Press release from Slow the Flow and the Environment Agency
If your New Year’s resolution is to spend more time in the ‘great outdoors’, keep fit and healthy, give something back to the community and help prevent Calderdale from flooding, why not volunteer for Slow the Flow during 2018.
Over the past year the Calderdale – based charity has teamed up with the National Trust at Hardcastle Crags, supported by funding from the Environment Agency, to slow the flow of water during heavy rainfall in the Calder Valley.
They have enlisted help from over 100 volunteers and have now built over 120 leaky woody dams as part of the project.
Guided tours of their work will be offered at Hardcastle Crags at 10am, 4 January 2018 – to book your place email: email@example.com. Local employees, councillors and residents are being invited to take time out of the office to see what is involved and has been achieved so far, enjoy the scenery and help out in the future.
Adrian Horton of Slow the Flow Calderdale, said:
“Our volunteers have worked incredibly hard in 2017 and we simply would not have achieved what we have without all their help.”
“There is still lots to do, not just in Hardcastle Crags, but across the Calder Valley and we are working with our partners to identify other areas which would benefit from the installation of these leaky dams. If you know of such an area, please get in touch so we can arrange a survey and see how we can Slow The Flow near you.”
Helen Batt, Calder catchment director for the Environment Agency, said:
“Many of our flood schemes feature a mixture of traditional engineering and natural flood management. We are delighted with the work that is being carried out by Slow the Flow volunteers.
“The amount they have achieved at Hardcastle Crags over the last eight months and the enthusiasm within the organisation is extremely impressive.
“The Calderdale Flood Partnership will continue to work closely with the group to advise them on potential opportunities to secure further funding and passing on research and information into the benefits of using national flood management to help protect the people and business in the Calder Valley.”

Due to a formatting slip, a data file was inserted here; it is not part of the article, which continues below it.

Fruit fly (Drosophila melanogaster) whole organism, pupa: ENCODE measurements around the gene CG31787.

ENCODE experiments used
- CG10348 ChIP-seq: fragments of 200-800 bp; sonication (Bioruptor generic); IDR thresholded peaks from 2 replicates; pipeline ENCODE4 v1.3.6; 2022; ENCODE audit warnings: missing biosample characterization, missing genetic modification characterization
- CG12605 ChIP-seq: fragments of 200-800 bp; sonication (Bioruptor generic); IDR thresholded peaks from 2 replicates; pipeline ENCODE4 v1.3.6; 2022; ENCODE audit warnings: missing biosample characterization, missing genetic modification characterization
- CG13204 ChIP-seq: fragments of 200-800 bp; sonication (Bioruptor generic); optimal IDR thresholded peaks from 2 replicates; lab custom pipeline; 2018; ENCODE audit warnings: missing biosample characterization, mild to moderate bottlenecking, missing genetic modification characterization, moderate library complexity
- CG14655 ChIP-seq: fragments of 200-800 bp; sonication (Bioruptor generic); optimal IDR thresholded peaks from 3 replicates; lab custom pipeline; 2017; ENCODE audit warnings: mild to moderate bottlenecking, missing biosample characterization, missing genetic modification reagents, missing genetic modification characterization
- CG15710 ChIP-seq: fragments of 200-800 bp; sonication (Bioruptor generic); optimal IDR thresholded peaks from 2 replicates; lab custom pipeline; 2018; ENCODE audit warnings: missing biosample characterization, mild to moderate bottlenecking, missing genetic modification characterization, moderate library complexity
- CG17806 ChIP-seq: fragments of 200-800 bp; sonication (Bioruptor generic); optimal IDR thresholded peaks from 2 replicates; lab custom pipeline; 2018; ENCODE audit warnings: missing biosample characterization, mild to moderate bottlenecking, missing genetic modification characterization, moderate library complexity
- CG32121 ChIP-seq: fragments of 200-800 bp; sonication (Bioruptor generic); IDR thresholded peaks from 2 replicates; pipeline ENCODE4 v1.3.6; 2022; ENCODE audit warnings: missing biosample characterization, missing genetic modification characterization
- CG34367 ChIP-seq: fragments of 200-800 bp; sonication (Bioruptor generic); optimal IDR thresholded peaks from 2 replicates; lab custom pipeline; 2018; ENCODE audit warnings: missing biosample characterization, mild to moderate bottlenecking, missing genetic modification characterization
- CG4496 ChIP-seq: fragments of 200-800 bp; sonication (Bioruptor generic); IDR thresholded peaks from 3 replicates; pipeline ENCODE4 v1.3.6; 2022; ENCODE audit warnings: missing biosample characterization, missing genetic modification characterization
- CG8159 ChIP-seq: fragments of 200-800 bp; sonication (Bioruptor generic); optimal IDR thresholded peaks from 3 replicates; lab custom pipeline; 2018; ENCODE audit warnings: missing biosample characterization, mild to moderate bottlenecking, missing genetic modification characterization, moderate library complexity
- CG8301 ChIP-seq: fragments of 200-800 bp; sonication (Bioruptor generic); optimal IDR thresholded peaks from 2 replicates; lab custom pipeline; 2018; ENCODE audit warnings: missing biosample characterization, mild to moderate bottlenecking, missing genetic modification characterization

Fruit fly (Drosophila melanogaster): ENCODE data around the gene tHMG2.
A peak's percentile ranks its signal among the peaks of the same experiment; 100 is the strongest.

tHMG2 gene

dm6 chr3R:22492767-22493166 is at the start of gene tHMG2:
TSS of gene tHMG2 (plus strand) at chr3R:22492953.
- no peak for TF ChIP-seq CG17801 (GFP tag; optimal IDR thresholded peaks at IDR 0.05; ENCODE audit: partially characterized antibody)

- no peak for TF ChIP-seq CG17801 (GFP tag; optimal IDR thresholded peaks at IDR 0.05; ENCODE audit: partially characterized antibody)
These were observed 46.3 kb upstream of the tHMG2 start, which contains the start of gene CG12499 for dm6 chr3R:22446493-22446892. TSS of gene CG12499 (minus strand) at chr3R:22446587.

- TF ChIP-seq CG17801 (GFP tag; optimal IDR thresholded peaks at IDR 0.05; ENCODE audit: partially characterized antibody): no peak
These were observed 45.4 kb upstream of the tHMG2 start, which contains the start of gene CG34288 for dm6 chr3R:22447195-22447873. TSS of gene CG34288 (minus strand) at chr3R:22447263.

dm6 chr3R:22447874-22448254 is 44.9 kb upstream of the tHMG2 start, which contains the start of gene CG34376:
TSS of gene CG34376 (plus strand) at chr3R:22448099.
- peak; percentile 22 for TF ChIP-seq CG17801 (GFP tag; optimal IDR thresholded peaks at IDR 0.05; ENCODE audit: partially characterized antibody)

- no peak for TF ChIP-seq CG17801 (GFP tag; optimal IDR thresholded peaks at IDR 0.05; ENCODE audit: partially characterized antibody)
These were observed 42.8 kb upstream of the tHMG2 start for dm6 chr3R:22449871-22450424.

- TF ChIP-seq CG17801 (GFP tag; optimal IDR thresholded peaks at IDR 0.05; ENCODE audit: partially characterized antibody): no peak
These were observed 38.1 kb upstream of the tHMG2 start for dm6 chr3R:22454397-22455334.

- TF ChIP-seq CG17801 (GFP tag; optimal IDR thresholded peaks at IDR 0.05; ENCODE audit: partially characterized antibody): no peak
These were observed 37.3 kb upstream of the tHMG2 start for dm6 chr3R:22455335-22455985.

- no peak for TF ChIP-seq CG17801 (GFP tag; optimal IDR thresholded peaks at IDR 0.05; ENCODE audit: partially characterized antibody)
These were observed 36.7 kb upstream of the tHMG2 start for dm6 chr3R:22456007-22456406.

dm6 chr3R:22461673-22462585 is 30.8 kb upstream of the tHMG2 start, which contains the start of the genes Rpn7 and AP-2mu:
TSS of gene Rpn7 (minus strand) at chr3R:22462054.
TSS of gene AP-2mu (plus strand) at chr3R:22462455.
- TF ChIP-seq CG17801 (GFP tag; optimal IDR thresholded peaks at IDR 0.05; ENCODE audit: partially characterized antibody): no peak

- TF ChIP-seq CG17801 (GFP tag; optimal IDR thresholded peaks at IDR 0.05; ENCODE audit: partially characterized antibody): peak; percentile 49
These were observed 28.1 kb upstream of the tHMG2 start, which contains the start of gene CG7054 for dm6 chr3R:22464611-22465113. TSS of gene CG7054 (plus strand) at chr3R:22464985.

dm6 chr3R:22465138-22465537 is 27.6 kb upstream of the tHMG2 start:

Cllr Tim Swift, Calderdale Council’s Leader said:
“This is a great opportunity to learn more about natural flood management and the amazing work that Slow the Flow is doing to help reduce flood risk in the Calder Valley.
“The group’s unwavering energy and innovative approach to flood resilience are integral to Calderdale’s flood programme and we are excited to see the results of its work so far.”
Volunteer dates for 2018 are: – Jan 14th, Feb 11th, March 11th, April 8th, May 13th, June 10th, July 8th, Aug 12th, Sept 9th, Oct 14th, Nov 11th and Dec 9th with more dates being added in the New Year. The group meet at 9.30am in the Midgehole car park at Hardcastle Crags.
If you would simply like to see get involved in the project or come along to a volunteer day or have a guided tour, email firstname.lastname@example.org to book your place. For more information about Slow the Flow visit:- www.slowtheflow.net(external link)
Early indications are that the leaky woody dams in Hardcastle Crags are working to slow the flow and reducing the impact of flood water finding its way down the Calder Valley. Formal results of how much water has been slowed will be published in the New Year.
In November 2016, The Department for Environment, Food and Rural Affairs (Defra) awarded £50,000 to carry out the work at Hardcastle Crags which is the largest area of ancient woodland in Yorkshire.
This year (2017) the Government announced a further £15m to invest in natural flood management schemes across England which can be a cost-effective and sustainable way to manage flood risk alongside traditional engineering, while creating habitat for wildlife and helping regenerate rural and urban areas through tourism.
Examples of natural flood management techniques include:
- allowing excess water to spill into land
- recreating washlands, wetlands and peat bogs
- building woody dams in rivers to slow the flow of water
- building reservoirs
- planting trees